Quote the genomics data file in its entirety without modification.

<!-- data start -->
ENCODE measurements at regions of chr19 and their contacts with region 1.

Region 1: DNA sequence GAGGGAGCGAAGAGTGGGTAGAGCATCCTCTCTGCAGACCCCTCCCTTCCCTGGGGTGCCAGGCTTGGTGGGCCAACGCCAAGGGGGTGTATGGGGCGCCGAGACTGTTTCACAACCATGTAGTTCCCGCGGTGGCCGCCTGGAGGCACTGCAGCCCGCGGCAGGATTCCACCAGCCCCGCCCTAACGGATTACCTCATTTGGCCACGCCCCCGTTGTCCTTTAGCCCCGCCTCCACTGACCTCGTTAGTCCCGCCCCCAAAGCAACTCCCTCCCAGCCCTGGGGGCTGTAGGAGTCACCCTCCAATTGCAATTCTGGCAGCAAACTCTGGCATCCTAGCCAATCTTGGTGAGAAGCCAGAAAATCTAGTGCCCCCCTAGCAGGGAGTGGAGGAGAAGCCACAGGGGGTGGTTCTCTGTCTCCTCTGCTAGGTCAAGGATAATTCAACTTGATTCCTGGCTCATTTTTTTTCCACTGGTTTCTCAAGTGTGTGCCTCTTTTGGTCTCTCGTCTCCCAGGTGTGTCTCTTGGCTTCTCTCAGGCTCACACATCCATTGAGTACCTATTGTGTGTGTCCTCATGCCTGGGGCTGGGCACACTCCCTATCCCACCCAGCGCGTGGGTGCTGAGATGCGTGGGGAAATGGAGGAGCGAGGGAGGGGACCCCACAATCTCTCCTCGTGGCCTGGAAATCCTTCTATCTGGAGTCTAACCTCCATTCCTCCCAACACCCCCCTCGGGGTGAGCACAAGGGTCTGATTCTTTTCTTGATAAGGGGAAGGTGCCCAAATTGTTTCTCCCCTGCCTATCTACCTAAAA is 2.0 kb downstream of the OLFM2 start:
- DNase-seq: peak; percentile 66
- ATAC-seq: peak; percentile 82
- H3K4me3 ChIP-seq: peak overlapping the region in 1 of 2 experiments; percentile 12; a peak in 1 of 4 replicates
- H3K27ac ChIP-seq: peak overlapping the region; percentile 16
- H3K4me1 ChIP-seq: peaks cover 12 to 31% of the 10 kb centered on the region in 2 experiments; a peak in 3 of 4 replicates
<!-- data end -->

ENCODE measurements at regions of chr19 and their contacts with region 1.

Region 1: DNA sequence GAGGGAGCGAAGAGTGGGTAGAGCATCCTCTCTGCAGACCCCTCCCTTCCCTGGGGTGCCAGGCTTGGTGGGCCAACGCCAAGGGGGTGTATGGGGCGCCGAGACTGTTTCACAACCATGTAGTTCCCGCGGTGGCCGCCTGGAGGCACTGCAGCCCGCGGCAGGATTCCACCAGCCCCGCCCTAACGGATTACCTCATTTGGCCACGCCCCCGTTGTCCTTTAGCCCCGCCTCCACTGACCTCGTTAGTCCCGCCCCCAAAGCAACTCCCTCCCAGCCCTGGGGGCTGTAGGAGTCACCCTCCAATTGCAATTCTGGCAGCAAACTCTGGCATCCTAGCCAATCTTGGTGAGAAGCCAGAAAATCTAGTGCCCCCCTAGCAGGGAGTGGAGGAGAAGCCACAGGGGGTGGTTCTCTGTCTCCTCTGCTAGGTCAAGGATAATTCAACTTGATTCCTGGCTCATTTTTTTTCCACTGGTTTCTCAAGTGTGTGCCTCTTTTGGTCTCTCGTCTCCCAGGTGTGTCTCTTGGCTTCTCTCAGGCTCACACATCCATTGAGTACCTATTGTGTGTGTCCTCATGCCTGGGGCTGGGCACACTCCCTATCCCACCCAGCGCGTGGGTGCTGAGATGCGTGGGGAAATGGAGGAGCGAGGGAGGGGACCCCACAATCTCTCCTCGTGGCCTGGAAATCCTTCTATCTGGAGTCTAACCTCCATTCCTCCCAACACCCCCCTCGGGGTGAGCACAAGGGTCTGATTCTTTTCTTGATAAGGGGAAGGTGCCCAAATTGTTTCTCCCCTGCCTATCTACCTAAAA is 2.0 kb downstream of the OLFM2 start:
- DNase-seq: peak; percentile 66
- ATAC-seq: peak; percentile 82
- H3K4me3 ChIP-seq: peak overlapping the region in 1 of 2 experiments; percentile 12; a peak in 1 of 4 replicates
- H3K27ac ChIP-seq: peak overlapping the region; percentile 16
- H3K4me1 ChIP-seq: peaks cover 12 to 31% of the 10 kb centered on the region in 2 experiments; a peak in 3 of 4 replicates